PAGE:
ransomware guidelines

Ransomware security guidelines (I): Ryuk's attack on the SEPE


With this post we begin a series of articles (three in total) with the purpose of talking about ransomware. In this first one, we will explain what is Ryuk and how it has affected the SEPEThe second, we will carry out a PoC (Proof of concept) at the local level; and, in the last one, we will talk about good practices to prevent this type of attacks.

Let us start at the beginning: what is ransomware?

It is a virus, a type of malware that infects our devices, which is in charge of encrypt our filesand then ask for a economic rescue for them (mostly, if not entirely, in cryptocurrencies). Not only can it stay on the device itself, but it can also infect other networked devices.

The two entry routes of this type of malware are: the exploitation of vulnerabilities within the system itself and the human factor (according to Zaharia in 2017, 97% of phishing mails contained some form of ransomware).

This type of malware is neither new nor current. In 1980, there was already some ransomware, such as PC Cyborg. Later came CryptoLocker. These were followed by many others, such as TeslaCrypt, WannaCry, Ryuk...

What is Ryuk and what happened to the SEPE?

On 9 March, the SEPE announced on Twitter that its website and its electronic headquarters were unavailable... It was a cyber-attack.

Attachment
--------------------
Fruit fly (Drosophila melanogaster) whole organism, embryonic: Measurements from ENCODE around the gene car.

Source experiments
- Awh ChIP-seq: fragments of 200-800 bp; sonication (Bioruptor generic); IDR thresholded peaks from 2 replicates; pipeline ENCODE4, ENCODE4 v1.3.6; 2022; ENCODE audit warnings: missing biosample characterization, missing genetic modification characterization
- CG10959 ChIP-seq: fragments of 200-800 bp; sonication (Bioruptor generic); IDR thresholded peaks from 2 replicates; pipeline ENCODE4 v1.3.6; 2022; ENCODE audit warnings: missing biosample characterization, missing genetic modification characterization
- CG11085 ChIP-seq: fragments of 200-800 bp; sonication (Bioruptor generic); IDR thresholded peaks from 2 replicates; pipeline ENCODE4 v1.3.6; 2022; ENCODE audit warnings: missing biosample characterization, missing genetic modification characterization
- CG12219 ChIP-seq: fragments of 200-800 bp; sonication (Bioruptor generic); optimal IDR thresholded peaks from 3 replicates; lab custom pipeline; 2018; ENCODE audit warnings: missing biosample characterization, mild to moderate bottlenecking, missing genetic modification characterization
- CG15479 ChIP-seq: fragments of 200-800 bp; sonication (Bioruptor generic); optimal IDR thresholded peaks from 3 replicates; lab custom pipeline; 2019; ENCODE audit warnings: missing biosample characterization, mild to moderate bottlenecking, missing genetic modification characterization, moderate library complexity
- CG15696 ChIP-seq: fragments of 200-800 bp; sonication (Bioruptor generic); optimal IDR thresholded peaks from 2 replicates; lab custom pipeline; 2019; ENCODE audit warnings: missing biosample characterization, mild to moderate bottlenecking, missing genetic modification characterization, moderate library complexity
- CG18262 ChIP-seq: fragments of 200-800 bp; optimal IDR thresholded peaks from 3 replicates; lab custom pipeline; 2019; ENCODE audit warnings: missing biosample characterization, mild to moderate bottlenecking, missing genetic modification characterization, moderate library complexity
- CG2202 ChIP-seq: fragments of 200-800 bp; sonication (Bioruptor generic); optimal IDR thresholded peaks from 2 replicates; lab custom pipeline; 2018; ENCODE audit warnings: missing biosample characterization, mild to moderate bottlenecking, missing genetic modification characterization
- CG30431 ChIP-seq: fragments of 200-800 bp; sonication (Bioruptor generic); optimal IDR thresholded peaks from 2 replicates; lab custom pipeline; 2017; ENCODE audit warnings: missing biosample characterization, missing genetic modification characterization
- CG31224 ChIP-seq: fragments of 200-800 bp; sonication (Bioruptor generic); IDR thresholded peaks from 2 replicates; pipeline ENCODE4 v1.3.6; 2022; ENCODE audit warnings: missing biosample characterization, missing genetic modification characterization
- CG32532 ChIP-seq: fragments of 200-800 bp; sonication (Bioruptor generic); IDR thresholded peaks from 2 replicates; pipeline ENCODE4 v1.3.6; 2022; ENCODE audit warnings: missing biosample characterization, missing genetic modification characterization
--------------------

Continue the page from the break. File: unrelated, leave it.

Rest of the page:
The SEPE was infected by Ryuk (a name that refers to the manga Death Note), a type of ransomware that likes the large Microsoft Windows systems of public entities (it is unknown how it got in, but it arrived just when a Microsoft Exchange Server vulnerability called ProxyLogon was detected... Draw your own conclusions).

Ryuk also left other "gifts" for Spain in companies like Prosegur, Everis and Cadena Seras well as in some town halls.

But is there a solution?

Messages about the new SEPE portal started to circulate on the web. Apparently, dumps of backups of the https://archive.org/ website were made on the SEPE servers (IIS 5.0), which may mean that they are a bit short of backups of their own system...

If we search, we find the SEPE's public tender for IT systems (13.300.866,61 €) in which we can see that the deadline for submitting the offer is 17/05/2016, the same year that the maintenance banner shows.

UPDATE 1: Several days after the news of the cyber-attack, it was discovered that the public entity of the Public State Employment Service did not have the security certifications (ENS - National Security Scheme) required by the National Cryptologic Centre (CCN).

All public entities holding this certificate can be consulted. here.

UPDATE 2: A new vulnerability was discovered in BigIp servers, which allows remote code execution (RCE - being able to execute commands inside the server). Obviously, of course, the SEPE website was built on these servers.

Let's recap: a public entity, which does not have the required safety certificates, paralyses its entire infrastructure for several days Finally, the company awarded the public contract and responsible for the systems (13.300.866,61 €), restores backups for the front-end of a copy website (all that on a doubly outdated servers like IIS 5.0, BigIp...).

In the next post, we will mount a ransomware locally.

Cybersecurity Department of Bosonit



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